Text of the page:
Journal of Seismology

, Volume 17, Issue 2, pp 361–384 | Cite as

Complex deep seismic anisotropy below the Scandinavian Mountains

  • Corinna Roy
  • Joachim R. R. RitterEmail author
Original Article


Several seismological projects focused on the deep structure of the Scandinavian Mountains, in Norway and neighbouring Sweden. We use these recordings to study seismic anisotropy by analysing the birefringence of SKS and SKKS phases. These phases, which should be polarised radially, are split into an additional transverse component if they propagate through an anisotropic medium. Our results are directions Φ of the apparent fast shear wave polarisation and delay times δt between the split phases. For station KONO in Southern Norway, we find frequency-dependent Φ and δt values, indicating a depth-dependent anisotropy. Additionally, Φ and δt values vary with epicentre backazimuths in Norway, indicating a complex anisotropic structure in the crust and upper mantle. Stacking of the SKS/SKKS waveforms improves the signal-to-noise ratio along one station line and allows us to better determine the splitting parameters. A unique and complete model of the complex anisotropy cannot be obtained due to the limited observed backazimuth range. Near-surface tectonic structures correlate with the splitting pattern and thus the crust is one anisotropic layer in the region. Partly preferred orientations in the rock fabric at the surface can be correlated with Φ. Below one or more anisotropic layers must exist to explain the backazimuth- and frequency-dependent observations, as well as the long δt values (>2 s) which cannot be explained with crustal anisotropy alone. The spatial distribution of the splitting results indicates that different tectonics units, e.g. the Sveconorwegian, the Central and Northern Svecofennian and the Caledonian nappes, are each characterised by specific anisotropic signatures.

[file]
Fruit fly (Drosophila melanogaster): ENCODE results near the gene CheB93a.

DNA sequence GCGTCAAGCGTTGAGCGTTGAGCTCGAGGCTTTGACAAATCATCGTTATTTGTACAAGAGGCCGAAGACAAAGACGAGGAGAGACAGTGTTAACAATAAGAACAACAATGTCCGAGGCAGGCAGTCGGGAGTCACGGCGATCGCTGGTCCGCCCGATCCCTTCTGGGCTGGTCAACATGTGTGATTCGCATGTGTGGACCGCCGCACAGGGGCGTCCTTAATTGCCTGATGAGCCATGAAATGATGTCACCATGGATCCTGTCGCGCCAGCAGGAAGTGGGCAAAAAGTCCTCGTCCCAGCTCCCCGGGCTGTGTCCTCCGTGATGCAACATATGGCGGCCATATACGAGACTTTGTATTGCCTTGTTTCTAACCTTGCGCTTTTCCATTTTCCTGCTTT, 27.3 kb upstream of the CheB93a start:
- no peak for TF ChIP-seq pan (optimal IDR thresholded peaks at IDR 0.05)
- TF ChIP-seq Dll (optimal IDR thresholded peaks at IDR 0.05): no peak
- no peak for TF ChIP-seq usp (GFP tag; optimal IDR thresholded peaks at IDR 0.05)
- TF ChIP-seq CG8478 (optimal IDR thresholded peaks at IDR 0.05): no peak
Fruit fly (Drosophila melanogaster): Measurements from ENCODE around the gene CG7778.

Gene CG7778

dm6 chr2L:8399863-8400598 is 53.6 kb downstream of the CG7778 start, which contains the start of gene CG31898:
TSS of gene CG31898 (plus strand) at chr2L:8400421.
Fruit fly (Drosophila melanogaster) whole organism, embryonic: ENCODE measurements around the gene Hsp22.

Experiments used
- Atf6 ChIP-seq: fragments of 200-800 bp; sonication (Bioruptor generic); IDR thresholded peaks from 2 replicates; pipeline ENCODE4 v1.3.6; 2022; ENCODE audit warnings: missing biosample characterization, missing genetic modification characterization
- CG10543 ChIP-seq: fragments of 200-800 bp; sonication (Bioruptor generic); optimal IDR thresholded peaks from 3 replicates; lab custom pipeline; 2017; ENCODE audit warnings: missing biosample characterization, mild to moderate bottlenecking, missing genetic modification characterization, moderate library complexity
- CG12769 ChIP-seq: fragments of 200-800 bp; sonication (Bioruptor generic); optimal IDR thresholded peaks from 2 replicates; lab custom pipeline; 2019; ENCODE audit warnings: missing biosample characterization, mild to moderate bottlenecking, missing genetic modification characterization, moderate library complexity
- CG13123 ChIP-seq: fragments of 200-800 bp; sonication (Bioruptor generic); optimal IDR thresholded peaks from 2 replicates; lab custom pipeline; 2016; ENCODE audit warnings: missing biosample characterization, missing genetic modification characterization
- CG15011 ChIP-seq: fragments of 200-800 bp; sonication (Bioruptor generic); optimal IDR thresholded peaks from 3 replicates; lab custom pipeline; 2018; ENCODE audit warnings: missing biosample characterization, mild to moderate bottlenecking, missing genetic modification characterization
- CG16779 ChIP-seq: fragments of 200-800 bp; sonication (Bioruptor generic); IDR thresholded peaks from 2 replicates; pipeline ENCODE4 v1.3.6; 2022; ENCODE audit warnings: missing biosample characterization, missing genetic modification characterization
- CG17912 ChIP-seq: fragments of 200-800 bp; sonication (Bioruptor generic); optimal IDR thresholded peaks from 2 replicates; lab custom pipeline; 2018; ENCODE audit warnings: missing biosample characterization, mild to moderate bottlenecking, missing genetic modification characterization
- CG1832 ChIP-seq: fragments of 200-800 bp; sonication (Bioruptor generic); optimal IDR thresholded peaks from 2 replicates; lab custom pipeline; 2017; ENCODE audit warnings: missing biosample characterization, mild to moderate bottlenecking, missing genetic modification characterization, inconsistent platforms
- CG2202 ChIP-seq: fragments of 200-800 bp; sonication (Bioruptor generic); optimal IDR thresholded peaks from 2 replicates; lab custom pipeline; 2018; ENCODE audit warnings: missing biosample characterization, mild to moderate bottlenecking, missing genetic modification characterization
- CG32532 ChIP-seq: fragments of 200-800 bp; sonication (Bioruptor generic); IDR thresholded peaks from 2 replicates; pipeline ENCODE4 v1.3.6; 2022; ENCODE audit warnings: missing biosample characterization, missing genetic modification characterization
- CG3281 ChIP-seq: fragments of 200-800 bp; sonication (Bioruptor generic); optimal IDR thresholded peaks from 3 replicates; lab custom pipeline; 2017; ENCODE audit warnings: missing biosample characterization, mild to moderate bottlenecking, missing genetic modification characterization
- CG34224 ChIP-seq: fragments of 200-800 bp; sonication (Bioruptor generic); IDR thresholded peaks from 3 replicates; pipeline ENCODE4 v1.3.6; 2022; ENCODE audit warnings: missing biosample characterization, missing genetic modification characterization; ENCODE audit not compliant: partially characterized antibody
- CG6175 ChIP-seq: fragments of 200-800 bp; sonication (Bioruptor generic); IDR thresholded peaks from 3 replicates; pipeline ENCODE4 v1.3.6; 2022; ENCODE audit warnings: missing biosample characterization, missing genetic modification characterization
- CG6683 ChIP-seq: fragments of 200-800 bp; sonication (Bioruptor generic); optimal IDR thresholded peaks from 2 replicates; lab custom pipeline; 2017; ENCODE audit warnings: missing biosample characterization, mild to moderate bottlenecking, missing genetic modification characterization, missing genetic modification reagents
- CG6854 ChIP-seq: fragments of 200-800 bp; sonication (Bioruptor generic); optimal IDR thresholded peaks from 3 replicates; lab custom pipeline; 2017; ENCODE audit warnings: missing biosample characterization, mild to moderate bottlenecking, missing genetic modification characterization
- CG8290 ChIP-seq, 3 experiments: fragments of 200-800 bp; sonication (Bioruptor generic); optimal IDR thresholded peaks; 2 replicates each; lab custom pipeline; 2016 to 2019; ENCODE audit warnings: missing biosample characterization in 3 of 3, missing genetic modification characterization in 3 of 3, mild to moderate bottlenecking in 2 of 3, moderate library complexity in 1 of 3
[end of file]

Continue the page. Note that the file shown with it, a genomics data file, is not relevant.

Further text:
Scandinavia SKS splitting Anisotropy Lithosphere 



We thank especially Dr. Richard England, Dr. Johannes Schweitzer, and Dipl.-Geophys. Britta Wawerzinek for providing SCANLIPS, NORSAR, and MAGNUS waveforms, respectively. Two anonymous reviewers provided helpful and critical comments. MAGNUS waveforms were recorded with the mobile KArlsruhe BroadBand Array of the Universität Karlsruhe (TH) (now KIT), Germany, as well as with permanent stations of the NORSAR array and the Norwegian National Seismological Network. Financial support for the MAGNUS experiment was provided by the University of Aarhus, University of Copenhagen, University of Karlsruhe, and University of Oslo as well as NORSAR. SCANLIPS was conducted using seismic stations from the NERC Geophysical Equipment Facility (SEIS-UK) and NERC funding. This work has been done in association with the partners of the ESF EUROCORES TOPO-EUROPE Programme 07-TOPO-EUROPE-FP-014 “The Scandinavian mountain chain: deep processes (TopoScandiaDeep)”. It was supported by the Deutsche Forschungsgemeinschaft through grant RI1133/8-1. SeismicHandler (Stammler 1993) was used for seismic waveform processing and GMT software (Wessel and Smith 1998) was used for plotting maps.


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Copyright information

© Springer Science+Business Media B.V. 2012

Authors and Affiliations

  1. 1.Geophysical InstituteKarlsruhe Institute of TechnologyKarlsruheGermany

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